Radiotherapy-Induced Basal Cell Carcinomas of the Scalp: Are They Genetically Different?
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- Tessone, A., Amariglio, N., Weissman, O. et al. Aesth Plast Surg (2012) 36: 1387. doi:10.1007/s00266-012-9969-z
The treatment of tinea capitis using radiotherapy was introduced at the beginning of the twentieth century. In Israel, between 1949 and 1960, approximately 17,000 children underwent radiotherapy treatments for tinea capitis (actual numbers are probably higher due to irradiation in countries of origin as a prerequisite for immigration). Skin cancer presents a major problem for patients who underwent irradiation for the treatment of tinea capitis [aggressive biological behavior, multiple basal cell carcinomas (BCCs), up to 40 lesions in a single patient, with no predisposing condition such as Gorlin’s or Bazex’s syndromes]. There are ample data in the literature concerning the molecular changes in ultraviolet (UV) radiation-induced BCCs. However, similar data regarding ionizing radiation-induced BCCs are scarce. One work found higher rates of p53 and PTCH (both are tumor suppressor genes whose alterations are associated with BCC formation and frequency, but not biological behavior) abnormalities in post ionizing radiation BCCs. The absence of documented differences in gene expression that would account for a different biological behavior of radiotherapy-related BCCs, coupled with the aggressive and recurrent nature of these lesions, has propelled us to examine these differences by comparing gene expression in BCCs of the scalps of patients who were previously irradiated for tinea capitis in their childhood and of the scalps of patients who were not.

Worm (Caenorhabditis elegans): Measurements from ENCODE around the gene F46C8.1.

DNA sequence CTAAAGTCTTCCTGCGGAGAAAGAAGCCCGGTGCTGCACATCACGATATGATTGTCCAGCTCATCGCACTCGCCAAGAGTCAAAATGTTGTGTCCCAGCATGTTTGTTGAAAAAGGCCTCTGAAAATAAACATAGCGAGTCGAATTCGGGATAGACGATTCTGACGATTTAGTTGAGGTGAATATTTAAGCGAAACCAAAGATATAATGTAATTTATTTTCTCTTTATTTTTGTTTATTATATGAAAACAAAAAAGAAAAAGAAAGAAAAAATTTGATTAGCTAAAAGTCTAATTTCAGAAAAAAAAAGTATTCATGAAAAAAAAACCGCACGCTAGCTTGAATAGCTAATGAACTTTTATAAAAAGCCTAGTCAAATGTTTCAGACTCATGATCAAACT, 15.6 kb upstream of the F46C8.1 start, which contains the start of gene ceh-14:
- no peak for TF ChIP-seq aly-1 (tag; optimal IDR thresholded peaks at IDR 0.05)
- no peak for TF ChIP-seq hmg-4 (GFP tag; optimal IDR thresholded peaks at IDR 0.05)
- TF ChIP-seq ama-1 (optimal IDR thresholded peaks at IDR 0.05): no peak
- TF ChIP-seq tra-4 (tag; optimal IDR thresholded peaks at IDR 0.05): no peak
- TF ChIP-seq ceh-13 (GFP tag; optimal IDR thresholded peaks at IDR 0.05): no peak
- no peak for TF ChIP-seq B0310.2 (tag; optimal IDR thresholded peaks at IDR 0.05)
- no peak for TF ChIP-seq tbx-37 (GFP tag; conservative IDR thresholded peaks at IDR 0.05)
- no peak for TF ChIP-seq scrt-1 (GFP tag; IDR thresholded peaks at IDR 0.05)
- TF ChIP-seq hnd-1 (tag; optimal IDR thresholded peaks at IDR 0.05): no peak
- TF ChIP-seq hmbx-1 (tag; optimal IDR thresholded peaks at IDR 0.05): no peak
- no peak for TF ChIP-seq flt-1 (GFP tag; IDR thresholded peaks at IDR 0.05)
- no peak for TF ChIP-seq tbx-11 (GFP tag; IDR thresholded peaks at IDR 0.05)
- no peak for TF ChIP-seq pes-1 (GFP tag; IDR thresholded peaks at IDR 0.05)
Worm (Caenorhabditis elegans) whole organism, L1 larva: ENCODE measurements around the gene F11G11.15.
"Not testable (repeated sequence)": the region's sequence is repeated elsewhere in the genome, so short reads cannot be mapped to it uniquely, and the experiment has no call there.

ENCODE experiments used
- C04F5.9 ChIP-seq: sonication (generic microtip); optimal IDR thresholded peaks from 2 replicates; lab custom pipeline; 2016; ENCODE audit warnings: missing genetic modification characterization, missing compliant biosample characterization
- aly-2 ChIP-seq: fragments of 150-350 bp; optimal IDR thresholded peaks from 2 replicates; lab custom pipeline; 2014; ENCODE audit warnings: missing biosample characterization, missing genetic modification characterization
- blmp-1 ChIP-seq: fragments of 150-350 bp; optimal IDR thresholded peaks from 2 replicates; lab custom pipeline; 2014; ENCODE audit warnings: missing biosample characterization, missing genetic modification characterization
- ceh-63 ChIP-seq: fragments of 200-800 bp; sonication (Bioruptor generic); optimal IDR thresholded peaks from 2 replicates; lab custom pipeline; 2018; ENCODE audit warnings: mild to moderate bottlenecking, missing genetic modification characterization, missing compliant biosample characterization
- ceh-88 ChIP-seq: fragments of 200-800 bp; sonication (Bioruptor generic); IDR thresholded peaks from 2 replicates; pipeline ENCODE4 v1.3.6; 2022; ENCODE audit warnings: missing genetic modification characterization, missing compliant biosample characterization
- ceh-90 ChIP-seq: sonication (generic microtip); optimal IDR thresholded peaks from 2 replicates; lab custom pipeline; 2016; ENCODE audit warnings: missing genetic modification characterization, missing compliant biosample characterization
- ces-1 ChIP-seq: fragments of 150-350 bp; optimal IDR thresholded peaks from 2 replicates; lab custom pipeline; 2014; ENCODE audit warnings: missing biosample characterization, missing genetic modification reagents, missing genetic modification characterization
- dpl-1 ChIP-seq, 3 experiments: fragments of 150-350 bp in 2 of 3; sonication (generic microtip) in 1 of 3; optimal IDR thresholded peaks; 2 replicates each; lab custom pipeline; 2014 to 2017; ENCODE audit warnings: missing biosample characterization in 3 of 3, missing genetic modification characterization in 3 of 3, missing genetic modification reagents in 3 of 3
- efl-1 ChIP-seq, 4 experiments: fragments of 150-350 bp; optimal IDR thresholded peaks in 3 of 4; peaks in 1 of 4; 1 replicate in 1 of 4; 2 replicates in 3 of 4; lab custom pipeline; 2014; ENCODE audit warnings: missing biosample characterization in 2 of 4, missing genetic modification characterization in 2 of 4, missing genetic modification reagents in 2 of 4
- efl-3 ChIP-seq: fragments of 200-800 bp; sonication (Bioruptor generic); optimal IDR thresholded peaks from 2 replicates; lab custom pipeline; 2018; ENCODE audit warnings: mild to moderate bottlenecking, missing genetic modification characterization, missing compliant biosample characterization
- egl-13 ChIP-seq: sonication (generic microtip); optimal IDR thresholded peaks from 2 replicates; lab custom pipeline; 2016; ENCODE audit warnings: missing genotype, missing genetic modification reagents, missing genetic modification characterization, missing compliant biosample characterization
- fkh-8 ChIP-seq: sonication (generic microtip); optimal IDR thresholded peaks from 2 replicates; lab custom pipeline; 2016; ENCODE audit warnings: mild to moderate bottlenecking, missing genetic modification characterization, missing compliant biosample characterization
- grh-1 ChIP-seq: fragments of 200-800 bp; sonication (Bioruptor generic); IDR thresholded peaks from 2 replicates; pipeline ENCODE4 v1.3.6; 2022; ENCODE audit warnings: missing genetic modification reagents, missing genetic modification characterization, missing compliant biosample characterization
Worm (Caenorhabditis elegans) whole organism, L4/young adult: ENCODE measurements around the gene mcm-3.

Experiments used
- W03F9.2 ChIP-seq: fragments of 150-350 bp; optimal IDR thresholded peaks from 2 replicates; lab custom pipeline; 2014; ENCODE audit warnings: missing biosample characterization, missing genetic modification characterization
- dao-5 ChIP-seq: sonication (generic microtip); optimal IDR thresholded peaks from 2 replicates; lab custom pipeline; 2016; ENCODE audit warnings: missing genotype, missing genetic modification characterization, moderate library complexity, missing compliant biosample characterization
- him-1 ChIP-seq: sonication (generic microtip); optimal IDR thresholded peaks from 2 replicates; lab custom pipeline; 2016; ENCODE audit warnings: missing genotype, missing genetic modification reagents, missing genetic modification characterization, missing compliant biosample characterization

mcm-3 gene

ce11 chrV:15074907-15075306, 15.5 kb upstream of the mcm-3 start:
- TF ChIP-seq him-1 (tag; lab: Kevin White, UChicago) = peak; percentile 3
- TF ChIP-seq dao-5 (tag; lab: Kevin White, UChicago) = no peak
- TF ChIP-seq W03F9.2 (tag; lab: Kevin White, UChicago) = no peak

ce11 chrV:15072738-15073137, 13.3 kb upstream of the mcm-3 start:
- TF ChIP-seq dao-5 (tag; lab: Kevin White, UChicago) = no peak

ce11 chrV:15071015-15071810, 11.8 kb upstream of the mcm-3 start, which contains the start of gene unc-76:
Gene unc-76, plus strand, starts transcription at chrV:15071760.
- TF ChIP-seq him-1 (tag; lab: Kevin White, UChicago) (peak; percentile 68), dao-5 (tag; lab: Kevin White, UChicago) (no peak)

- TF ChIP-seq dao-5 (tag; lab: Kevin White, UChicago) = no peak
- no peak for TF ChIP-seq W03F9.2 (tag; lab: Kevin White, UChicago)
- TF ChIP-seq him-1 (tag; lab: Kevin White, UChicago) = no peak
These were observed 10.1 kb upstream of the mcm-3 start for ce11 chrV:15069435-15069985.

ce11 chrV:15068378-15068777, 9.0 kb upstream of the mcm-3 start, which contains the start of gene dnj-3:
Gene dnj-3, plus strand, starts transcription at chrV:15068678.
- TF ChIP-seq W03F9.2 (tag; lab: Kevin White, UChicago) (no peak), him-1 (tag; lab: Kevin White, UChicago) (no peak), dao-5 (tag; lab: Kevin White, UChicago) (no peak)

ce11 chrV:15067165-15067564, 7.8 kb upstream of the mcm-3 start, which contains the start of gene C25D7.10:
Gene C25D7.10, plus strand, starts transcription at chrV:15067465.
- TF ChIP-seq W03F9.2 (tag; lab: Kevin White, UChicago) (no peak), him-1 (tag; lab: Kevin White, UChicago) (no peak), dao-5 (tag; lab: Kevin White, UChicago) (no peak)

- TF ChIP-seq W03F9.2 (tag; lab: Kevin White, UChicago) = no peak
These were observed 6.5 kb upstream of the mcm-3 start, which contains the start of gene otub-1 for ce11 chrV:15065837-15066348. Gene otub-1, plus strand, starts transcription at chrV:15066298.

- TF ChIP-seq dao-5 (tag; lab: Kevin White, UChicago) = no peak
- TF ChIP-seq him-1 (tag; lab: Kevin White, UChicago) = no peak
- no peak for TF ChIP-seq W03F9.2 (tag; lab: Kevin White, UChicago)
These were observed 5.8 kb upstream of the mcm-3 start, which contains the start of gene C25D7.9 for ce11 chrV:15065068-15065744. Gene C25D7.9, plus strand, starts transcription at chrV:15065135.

Tissue samples of excised scalp BCCs from seven previously irradiated patients (five male, two female) and seven not previously irradiated patients (six male, one female) were frozen upon excision and genetically analyzed using DNA microarray chips.
No correlation was found between previous ionizing irradiation and gene expression.
The negative results of this study, coupled with the observation of aggressive biological behavior of BCCs in previously irradiated patients merit further attention. Other explanations for the aggressive biological behavior of radiotherapy-induced BCCs come to mind. One such explanation could be that the difference between the groups lies not in the tumor itself, but in the host, who is more susceptible to the local destruction caused by the tumor due to changes in the surrounding tissue (e.g., impaired blood supply due to radiation, structural damage in seemingly healthy skin). This hypothesis will be the focus of further research.
Level of Evidence II
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